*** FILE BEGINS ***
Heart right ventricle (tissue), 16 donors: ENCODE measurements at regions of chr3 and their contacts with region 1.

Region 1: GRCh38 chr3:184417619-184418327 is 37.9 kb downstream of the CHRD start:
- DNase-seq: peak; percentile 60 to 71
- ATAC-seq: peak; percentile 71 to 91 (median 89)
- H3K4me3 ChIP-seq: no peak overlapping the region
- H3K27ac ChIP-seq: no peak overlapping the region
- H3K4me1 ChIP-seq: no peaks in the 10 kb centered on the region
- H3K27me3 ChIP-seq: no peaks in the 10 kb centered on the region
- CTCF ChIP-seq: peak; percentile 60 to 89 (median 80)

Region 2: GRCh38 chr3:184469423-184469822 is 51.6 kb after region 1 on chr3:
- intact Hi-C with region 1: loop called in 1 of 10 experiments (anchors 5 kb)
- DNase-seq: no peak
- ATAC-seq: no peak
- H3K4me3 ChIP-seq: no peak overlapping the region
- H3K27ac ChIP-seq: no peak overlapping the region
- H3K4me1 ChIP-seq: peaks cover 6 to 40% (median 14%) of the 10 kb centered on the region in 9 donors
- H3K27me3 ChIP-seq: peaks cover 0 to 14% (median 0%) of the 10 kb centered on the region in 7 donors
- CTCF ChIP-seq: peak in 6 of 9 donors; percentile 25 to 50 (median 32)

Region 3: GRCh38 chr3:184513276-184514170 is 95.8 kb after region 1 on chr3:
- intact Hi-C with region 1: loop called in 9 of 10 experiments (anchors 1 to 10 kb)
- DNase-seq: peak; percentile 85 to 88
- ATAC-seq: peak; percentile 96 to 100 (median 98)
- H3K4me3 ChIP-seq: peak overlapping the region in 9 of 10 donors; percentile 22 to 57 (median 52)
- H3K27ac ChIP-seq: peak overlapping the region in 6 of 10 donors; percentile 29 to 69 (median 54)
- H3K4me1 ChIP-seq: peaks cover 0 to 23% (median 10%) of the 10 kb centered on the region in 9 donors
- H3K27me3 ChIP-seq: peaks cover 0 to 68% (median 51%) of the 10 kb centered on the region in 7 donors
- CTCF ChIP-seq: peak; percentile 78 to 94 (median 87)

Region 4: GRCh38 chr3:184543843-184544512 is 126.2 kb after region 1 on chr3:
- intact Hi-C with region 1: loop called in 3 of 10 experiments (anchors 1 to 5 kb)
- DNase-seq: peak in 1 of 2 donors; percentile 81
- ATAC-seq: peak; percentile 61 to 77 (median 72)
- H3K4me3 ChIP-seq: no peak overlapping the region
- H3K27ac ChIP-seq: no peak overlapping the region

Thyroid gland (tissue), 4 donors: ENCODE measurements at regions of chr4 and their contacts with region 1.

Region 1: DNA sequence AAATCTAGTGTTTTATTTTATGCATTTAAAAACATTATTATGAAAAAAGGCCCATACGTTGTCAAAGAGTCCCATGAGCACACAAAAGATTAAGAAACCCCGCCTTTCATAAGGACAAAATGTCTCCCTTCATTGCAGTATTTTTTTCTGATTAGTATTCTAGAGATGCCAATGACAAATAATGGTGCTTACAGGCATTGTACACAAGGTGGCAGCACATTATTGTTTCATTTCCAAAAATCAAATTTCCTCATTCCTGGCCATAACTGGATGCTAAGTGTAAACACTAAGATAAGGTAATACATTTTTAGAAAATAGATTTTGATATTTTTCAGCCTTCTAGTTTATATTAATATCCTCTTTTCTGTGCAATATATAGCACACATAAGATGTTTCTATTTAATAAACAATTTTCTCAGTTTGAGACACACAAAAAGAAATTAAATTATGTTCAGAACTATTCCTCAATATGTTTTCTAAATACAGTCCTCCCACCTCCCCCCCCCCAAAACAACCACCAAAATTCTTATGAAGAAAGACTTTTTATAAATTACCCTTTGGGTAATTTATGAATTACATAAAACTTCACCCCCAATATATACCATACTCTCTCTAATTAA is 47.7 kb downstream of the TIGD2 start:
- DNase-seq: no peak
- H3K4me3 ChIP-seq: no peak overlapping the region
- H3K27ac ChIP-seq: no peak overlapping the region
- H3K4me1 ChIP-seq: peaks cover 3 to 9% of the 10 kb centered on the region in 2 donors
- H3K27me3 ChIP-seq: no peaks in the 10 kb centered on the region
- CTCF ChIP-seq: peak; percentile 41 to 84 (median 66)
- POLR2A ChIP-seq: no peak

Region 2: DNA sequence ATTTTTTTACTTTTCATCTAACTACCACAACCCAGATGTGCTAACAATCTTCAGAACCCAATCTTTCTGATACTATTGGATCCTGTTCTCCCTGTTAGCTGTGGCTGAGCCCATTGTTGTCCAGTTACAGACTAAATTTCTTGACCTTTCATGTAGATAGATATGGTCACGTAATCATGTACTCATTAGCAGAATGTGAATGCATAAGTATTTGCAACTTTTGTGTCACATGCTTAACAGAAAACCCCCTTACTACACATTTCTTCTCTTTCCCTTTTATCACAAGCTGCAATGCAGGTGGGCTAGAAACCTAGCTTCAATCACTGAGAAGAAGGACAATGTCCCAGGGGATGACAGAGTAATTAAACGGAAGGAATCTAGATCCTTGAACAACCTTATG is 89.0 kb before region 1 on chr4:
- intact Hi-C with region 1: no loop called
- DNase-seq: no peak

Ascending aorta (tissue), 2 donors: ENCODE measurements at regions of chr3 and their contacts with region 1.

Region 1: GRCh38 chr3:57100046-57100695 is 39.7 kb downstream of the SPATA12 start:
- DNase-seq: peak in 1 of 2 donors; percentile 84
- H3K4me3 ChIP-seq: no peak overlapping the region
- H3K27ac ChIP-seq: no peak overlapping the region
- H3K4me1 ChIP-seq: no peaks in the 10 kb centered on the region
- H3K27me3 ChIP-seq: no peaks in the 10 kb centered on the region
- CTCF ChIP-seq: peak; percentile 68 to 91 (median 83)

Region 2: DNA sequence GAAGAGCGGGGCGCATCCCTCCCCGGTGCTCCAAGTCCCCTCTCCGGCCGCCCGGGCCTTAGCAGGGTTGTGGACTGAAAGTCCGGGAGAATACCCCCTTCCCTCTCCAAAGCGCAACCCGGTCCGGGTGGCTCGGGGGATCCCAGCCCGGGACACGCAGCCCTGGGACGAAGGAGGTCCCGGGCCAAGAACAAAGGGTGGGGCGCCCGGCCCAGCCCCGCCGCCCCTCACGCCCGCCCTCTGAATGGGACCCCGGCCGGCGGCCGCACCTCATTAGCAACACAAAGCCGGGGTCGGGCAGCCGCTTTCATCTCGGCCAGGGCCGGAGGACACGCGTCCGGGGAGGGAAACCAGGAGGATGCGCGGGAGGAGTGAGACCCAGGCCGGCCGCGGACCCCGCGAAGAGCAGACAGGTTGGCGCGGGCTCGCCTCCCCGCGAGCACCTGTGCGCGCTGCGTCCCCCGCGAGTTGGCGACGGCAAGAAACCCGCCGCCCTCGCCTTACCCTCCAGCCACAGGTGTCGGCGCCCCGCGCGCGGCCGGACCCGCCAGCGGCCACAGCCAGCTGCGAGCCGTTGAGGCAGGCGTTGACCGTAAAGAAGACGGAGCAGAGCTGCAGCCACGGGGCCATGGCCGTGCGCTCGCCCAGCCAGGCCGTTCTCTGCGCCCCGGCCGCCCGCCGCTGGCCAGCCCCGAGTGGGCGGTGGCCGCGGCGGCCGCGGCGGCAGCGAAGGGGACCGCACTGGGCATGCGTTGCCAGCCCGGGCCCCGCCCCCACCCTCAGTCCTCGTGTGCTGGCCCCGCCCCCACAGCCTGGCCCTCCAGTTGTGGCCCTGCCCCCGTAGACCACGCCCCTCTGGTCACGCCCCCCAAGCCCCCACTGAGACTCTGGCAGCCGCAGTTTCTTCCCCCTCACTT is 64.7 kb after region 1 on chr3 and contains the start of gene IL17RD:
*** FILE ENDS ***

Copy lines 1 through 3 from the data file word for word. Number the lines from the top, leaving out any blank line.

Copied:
Heart right ventricle (tissue), 16 donors: ENCODE measurements at regions of chr3 and their contacts with region 1.

Region 1: GRCh38 chr3:184417619-184418327 is 37.9 kb downstream of the CHRD start:
- DNase-seq: peak; percentile 60 to 71